It was without a doubt the longest, most painful weekend I can remember in quite some time. It rained every day and every night. They couldn’t play outside, they didn’t ride their bikes, or climb trees, or play kick the can. They just stayed inside. They fought, and argued, and tortured each other to the point that I almost ran away from home. I’ve never been a huge fan of Mondays, but last week I was very pleased to see it arrive.
You see, it was my fault. I had failed to teach the fun of being stuck inside on a rainy day, of playing board games and baking cookies and building forts inside. I tried at one point, but I was met with little enthusiasm and I think one of them might have growled at me. So I just backed away slowly.
Next time I will have weather contingency plans. Yes, there will be a next time, because I want my kids to be free and unplugged and able to communicate ideas in real time and not just by text. Technology has made itself quite at home in the twenty first century, but that doesn’t mean we can’t pack it up and send it camping from time to time.

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32 responses to “The Weekend technology forgot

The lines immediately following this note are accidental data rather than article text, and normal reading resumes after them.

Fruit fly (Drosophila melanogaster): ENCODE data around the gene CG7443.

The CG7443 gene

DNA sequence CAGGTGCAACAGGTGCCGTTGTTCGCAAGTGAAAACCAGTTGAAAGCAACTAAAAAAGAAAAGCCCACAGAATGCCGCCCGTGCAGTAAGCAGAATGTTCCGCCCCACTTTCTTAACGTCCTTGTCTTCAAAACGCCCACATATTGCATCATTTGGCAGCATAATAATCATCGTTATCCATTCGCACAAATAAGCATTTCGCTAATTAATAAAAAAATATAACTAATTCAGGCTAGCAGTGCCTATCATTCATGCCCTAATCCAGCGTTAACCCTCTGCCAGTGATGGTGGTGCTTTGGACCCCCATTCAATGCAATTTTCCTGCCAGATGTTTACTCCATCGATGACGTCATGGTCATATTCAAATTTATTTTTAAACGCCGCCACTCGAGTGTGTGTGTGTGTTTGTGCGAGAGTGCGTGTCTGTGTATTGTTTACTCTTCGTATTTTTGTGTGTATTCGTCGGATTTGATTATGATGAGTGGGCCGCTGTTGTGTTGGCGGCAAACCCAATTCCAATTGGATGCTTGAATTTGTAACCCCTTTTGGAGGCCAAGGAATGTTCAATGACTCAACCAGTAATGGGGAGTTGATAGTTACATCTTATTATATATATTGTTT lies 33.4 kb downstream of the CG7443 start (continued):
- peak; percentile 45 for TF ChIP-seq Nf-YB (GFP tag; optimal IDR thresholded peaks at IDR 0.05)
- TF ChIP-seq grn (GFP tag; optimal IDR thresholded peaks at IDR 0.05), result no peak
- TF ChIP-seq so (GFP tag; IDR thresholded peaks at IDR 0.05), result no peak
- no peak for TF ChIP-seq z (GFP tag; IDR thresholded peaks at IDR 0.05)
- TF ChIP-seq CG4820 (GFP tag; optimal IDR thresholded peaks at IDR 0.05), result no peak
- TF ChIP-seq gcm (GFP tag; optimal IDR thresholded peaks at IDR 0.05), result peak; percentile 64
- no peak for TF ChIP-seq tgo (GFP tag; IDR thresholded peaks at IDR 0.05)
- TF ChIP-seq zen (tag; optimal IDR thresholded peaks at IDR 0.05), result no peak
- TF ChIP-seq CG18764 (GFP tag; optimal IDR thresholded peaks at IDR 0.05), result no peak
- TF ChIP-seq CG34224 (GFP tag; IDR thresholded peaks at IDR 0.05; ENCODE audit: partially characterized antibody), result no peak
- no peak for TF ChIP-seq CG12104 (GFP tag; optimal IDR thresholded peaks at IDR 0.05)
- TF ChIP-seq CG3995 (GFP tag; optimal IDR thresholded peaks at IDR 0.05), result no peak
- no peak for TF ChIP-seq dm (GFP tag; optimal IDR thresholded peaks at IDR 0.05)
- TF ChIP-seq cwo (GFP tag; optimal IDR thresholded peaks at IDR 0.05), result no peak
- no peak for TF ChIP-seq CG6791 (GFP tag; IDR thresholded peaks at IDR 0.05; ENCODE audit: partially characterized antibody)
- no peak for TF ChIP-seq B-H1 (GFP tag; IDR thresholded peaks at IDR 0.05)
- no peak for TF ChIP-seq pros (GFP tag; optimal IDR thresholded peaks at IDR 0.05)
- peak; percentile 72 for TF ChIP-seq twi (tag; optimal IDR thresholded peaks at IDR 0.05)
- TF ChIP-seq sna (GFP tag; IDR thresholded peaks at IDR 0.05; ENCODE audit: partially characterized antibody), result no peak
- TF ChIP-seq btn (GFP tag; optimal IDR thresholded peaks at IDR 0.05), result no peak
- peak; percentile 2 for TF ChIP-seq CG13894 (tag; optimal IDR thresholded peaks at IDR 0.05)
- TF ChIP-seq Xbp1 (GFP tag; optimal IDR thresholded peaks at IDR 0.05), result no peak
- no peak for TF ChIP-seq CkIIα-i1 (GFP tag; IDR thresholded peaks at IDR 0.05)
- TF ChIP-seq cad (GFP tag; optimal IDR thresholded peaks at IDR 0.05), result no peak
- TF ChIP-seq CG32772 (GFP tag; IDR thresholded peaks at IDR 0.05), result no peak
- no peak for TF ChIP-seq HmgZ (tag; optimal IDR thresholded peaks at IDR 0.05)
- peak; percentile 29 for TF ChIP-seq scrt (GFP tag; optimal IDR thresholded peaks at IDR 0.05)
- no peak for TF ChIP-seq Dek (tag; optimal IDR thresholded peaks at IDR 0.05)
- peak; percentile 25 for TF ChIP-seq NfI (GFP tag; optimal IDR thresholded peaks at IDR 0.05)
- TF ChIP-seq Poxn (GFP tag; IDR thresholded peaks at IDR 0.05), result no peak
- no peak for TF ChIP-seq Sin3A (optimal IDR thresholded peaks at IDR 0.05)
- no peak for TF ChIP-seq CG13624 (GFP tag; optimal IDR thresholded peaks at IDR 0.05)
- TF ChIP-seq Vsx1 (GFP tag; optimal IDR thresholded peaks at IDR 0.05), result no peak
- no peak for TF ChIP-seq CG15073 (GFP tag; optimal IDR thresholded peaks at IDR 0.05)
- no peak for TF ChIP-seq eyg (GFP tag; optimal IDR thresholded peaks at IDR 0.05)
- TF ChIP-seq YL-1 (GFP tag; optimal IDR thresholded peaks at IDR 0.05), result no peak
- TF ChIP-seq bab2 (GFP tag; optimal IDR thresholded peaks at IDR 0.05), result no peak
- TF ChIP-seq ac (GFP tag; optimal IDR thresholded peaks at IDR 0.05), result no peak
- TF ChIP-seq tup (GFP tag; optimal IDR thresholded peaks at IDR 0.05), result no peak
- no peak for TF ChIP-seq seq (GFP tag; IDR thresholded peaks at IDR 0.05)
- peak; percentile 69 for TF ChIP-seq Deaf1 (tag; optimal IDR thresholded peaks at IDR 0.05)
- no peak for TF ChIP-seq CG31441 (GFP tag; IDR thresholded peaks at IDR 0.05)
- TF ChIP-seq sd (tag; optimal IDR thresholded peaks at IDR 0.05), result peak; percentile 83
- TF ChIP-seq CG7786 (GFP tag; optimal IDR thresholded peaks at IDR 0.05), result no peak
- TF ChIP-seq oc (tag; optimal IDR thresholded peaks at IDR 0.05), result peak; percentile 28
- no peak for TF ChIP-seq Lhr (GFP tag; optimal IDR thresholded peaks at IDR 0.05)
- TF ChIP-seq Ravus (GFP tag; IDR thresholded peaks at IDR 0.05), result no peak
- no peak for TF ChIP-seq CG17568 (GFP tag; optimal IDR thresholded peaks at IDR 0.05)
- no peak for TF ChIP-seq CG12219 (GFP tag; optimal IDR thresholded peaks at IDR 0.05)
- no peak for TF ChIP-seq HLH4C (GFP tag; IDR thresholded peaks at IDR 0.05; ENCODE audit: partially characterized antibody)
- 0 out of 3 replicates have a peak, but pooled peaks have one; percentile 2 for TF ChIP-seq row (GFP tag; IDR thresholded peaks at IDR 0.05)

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  1. Great idea, but Mother Nature apparently didn’t want to cooperate. By the way, “If a tree falls in the forest and no one tweets about it … does anybody #care?” was a great line.

  2. That was superb and so typical of families in 2014..having said that..in our house its only me and the hub. I have laptop, ipad, iphone plus two other mobile phones. Hub has his iphone… can i imagine a weekend without them..never, not no how, . I think that the world would come to an end if my communication with the outside was halted. My ipad comes to bed with me so that I can read my kindle before sleep and first thing in the morning I check to make sure the world has not ended whilst I slumbered…….how sad……and 20 years ago I would never ever have touched anything computerised

  3. I have to admit that I am often too lazy to go to my daughters bedroom, from mine, a mere 5 m away and so I text her. Sad, but true. But we do have technology-free meals. That would just do my head in!

  4. I’m glad I wasn’t drinking anything while reading this, or it would have come right out of my nose.

    Super funny treatment of a very real problem. Thank you.

  5. Ae-ae-men!
    My granddaughters (six and ten) lost their ‘toys’ because they wouldn’t stop fighting. I’ve never seen such l.o.n.g. faces. Sorry, your post made me laugh and I remembered what it’s like at our house. We need to unplug. You’re a wonderful mom. 😉

  6. #LoveThis

  7. I can imagine the idea went down just like a released balloon filled with hydrogen! Especially in the rain. Do they read?